Pari Passu: At an equal rate or pace, without preference.

Participating Preferred: A preferred stock in which the holder is entitled to the stated dividend, and also to additional dividends on a specified basis upon payment of dividends to the common stockholders. The preferred stock entitles the owner to receive a predetermined sum of cash (usually the original investment plus accrued dividends) if the company is sold or has an IPO. The common stock represents additional continued ownership in the company.

Participation: Describes a right of a holder of Preferred Stock to enjoy both the rights associated with the Preferred Stock and also participate in any benefit available to Common Stock, without converting to Common Stock. This may occur with Liquidation Preferences, for example, a series of Preferred Stock may have the right to receive its Liquidation Preference and then also share in whatever money is left to be distributed to the holders of Common Stock. Dividends may also be "Participating" where after a holder of Preferred Stock receives its Cumulative Dividend it also receives any dividend paid on the Common Stock.

Partnership: A nontaxable entity in which each partner shares in the profits, loses and liabilities of the partnership. Each partner is responsible for the taxes on its share of profits and loses.

Partnership agreement: The contract that specifies the compensation and conditions governing the relationship between investors (LP's) and the venture capitalists (GP's) for the duration of a private equity fund's life.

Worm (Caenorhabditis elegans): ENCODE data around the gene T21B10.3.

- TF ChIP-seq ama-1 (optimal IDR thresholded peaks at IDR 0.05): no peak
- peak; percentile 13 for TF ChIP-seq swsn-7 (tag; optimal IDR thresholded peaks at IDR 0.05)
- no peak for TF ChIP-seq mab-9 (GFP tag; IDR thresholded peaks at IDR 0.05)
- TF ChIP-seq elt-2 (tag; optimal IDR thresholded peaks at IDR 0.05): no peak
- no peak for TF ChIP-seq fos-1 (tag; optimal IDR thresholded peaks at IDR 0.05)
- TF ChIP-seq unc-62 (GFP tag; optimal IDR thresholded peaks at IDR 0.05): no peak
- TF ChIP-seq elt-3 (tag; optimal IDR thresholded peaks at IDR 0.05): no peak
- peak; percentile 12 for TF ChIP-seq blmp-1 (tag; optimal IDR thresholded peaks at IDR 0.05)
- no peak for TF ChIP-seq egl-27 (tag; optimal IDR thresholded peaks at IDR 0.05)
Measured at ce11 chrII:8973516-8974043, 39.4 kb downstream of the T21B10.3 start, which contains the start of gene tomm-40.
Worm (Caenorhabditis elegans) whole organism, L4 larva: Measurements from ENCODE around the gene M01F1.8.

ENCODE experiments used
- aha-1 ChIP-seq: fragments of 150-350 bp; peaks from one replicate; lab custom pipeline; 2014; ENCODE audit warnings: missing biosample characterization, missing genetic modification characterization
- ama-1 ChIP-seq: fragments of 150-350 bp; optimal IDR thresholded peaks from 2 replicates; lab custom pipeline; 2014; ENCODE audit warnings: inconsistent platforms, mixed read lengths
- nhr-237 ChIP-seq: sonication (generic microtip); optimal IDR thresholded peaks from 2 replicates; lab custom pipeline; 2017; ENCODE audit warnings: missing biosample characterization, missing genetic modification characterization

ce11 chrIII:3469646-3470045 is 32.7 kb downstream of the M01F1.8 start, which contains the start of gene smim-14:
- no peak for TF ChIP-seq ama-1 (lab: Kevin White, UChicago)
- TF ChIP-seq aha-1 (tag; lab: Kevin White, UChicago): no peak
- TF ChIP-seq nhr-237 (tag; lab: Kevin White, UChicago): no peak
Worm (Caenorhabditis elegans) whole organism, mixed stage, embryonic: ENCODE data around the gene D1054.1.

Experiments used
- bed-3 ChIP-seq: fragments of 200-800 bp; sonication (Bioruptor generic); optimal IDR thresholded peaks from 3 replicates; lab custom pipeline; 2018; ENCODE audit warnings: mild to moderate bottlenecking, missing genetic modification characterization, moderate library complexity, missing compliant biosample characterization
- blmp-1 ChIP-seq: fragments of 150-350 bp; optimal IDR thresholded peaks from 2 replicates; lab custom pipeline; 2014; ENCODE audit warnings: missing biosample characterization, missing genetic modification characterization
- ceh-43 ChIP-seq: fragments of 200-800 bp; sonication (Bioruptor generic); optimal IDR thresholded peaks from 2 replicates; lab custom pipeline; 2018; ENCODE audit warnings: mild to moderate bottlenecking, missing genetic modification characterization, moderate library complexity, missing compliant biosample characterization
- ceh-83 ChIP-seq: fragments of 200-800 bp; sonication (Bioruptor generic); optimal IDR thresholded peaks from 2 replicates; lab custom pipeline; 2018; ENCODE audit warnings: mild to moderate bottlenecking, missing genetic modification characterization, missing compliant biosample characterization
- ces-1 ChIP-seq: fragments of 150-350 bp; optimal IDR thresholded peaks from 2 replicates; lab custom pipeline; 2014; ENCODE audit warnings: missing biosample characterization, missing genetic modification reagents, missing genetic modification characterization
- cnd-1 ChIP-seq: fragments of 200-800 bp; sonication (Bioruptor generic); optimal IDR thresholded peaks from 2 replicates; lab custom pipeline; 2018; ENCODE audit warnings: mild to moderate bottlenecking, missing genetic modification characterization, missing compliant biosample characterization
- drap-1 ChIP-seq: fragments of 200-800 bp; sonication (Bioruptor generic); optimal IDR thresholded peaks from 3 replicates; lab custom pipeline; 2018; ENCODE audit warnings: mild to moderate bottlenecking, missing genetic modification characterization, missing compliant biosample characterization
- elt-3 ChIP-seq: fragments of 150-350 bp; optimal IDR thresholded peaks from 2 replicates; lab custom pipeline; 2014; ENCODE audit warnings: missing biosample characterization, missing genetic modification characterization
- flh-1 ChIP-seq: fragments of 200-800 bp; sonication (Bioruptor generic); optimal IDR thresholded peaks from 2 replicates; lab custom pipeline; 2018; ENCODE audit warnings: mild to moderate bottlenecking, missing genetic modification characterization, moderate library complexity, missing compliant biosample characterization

Pay to Play: A "Pay to Play" provision is a requirement for an existing investor to participate in a subsequent investment round, especially a Down Round. Where Pay to Play provisions exist, an investor's failure to purchase its rata portion of a subsequent investment round will result in conversion of that investor's Preferred Stock into Common Stock or another less valuable series of Preferred Stock.

Penny Stocks: Low priced issues, often highly speculative, selling at less than $5/share.

Piggyback Registration: A situation when a securities underwriter allows existing holdings of shares in a corporation to be sold in combination with an offering of new public shares.

PIK Debt Securities: (Payment in Kind) PIK Debt are bonds that may pay bondholders compensation in a form other than cash.

PIV: Pooled Investment Vehicle. A legal entity that pools various investor's capital and deploys it according to a specific investment strategy.

Placement Agent: A company that specializes in finding institutional investors that are willing and able to invest in a private equity fund or company issuing securities. Sometimes the "issuer" will hire a placement agent so the fund partners can focus on management issues rather than on raising capital. In the U.S., and these companies are regulated by the NASD and SEC.